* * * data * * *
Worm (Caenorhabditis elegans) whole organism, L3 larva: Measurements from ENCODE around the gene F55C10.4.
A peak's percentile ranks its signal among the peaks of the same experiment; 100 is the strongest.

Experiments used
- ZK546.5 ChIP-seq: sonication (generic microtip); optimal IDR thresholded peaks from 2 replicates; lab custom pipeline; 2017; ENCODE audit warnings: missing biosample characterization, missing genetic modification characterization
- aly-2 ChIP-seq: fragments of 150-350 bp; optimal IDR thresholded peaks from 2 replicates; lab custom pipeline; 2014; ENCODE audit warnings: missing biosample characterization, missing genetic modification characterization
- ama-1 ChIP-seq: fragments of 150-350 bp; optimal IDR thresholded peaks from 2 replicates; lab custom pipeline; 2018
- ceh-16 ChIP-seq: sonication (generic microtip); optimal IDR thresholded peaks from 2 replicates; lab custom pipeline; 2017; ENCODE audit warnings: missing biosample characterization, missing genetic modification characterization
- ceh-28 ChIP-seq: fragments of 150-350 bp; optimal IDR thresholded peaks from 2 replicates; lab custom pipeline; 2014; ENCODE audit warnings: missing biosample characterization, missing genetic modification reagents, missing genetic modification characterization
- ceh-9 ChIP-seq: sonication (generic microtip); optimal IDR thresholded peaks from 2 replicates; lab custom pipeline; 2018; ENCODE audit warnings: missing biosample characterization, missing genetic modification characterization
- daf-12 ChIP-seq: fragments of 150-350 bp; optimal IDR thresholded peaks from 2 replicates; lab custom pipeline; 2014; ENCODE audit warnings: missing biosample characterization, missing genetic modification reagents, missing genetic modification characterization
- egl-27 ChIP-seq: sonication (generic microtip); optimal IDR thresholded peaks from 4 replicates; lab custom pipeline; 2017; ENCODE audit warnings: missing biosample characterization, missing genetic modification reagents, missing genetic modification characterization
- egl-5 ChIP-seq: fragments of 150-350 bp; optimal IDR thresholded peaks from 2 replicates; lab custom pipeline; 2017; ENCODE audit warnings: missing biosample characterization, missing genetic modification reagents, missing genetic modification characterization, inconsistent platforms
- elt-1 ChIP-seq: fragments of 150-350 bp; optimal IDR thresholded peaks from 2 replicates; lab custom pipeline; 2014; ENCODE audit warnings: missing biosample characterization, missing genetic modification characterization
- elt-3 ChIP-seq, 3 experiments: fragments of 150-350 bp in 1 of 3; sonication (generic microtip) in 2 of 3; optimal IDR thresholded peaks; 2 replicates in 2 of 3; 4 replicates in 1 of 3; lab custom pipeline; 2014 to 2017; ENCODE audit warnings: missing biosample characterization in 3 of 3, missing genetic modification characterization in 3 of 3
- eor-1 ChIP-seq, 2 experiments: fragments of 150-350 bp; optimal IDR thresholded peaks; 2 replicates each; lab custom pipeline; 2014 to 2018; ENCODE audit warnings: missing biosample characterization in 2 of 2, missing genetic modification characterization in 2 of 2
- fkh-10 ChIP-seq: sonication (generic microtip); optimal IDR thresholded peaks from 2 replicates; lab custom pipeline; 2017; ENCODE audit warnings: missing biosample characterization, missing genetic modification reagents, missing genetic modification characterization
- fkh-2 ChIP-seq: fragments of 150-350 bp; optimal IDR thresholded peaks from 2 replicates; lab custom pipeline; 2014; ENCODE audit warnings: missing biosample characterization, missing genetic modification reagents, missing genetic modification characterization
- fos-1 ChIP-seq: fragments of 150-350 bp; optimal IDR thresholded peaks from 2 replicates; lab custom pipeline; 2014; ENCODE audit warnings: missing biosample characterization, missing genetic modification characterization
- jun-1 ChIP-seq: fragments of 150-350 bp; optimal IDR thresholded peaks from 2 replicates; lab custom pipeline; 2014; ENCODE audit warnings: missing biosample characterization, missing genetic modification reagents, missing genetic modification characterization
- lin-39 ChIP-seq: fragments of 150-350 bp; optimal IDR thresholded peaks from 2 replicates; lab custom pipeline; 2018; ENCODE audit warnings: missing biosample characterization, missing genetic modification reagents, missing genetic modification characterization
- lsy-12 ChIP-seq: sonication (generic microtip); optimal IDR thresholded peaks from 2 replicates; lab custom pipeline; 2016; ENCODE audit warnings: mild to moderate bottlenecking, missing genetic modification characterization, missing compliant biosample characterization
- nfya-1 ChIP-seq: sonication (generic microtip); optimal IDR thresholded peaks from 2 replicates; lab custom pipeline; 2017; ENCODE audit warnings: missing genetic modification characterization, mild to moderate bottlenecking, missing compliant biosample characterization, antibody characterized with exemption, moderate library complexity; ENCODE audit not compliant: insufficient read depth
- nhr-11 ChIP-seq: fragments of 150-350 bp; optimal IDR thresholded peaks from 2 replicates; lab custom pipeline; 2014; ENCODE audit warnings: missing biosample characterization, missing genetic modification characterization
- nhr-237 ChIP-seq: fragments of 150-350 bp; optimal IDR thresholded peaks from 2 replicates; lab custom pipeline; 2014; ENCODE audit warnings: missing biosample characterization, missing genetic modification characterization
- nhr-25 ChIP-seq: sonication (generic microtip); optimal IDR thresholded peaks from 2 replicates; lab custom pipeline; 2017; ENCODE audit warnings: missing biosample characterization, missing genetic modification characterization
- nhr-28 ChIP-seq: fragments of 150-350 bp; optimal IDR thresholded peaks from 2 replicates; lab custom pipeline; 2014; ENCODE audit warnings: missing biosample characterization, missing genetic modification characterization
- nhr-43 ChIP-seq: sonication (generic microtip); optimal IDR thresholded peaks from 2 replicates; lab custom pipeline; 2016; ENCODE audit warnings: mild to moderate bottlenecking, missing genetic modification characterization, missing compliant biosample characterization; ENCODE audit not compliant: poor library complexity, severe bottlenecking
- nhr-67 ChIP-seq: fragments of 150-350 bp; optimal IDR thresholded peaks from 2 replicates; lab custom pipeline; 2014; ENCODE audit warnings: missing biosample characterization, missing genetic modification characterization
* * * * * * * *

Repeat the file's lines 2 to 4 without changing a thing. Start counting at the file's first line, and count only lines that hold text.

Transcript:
A peak's percentile ranks its signal among the peaks of the same experiment; 100 is the strongest.

Experiments used
- ZK546.5 ChIP-seq: sonication (generic microtip); optimal IDR thresholded peaks from 2 replicates; lab custom pipeline; 2017; ENCODE audit warnings: missing biosample characterization, missing genetic modification characterization